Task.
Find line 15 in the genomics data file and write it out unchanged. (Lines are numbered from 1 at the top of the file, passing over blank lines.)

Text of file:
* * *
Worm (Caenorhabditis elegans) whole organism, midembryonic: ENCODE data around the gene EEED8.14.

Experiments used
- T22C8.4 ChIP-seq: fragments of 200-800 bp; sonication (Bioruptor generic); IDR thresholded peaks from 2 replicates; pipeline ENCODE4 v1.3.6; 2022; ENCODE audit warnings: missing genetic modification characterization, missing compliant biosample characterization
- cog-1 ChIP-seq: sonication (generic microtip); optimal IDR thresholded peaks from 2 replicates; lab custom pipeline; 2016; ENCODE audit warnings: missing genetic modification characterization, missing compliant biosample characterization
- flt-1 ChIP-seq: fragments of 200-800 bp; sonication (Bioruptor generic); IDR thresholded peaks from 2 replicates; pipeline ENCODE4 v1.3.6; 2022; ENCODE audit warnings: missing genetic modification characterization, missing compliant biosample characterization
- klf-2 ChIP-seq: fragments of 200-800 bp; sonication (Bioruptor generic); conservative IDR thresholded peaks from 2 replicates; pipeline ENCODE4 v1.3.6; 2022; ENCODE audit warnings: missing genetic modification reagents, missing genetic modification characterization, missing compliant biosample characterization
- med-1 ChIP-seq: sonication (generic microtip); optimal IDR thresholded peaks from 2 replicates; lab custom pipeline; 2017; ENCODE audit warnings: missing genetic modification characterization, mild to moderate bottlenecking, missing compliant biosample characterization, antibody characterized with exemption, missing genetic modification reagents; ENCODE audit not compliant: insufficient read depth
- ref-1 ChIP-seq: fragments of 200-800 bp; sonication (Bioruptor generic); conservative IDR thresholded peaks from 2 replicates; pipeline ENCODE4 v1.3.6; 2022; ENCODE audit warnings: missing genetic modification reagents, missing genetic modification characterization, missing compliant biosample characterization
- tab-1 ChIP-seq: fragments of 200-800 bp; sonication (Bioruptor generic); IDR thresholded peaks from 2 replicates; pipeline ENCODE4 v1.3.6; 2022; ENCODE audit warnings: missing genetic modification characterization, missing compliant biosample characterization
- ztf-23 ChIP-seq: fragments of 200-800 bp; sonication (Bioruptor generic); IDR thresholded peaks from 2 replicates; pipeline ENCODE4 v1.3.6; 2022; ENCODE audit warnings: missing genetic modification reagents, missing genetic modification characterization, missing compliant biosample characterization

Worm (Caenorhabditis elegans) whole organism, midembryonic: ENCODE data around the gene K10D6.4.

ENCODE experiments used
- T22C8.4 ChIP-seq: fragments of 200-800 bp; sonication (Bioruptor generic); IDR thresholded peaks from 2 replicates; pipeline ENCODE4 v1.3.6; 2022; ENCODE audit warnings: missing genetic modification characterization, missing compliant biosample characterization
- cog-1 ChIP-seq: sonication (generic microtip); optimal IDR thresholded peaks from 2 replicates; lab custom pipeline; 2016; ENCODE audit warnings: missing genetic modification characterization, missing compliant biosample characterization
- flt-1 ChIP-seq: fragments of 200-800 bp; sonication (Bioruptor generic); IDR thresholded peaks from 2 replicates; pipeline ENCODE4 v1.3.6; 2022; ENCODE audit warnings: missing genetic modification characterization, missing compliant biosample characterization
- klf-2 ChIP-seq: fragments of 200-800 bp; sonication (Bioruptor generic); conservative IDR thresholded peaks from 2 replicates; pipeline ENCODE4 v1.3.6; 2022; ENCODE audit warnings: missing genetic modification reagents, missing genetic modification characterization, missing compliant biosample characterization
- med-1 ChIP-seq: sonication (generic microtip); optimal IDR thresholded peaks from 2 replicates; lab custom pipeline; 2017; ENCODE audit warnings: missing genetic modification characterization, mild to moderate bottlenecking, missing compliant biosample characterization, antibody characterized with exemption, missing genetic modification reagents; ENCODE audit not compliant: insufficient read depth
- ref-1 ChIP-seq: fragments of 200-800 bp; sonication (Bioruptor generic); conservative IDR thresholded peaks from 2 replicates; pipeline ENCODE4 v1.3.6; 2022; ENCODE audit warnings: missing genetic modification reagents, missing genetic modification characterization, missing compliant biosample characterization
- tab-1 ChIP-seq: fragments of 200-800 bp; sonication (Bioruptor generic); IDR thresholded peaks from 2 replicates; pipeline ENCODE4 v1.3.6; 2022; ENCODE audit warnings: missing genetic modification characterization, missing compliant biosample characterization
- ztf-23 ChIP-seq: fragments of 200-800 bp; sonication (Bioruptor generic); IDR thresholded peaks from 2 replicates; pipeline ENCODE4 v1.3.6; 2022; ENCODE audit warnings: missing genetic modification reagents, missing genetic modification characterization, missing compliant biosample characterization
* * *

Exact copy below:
- flt-1 ChIP-seq: fragments of 200-800 bp; sonication (Bioruptor generic); IDR thresholded peaks from 2 replicates; pipeline ENCODE4 v1.3.6; 2022; ENCODE audit warnings: missing genetic modification characterization, missing compliant biosample characterization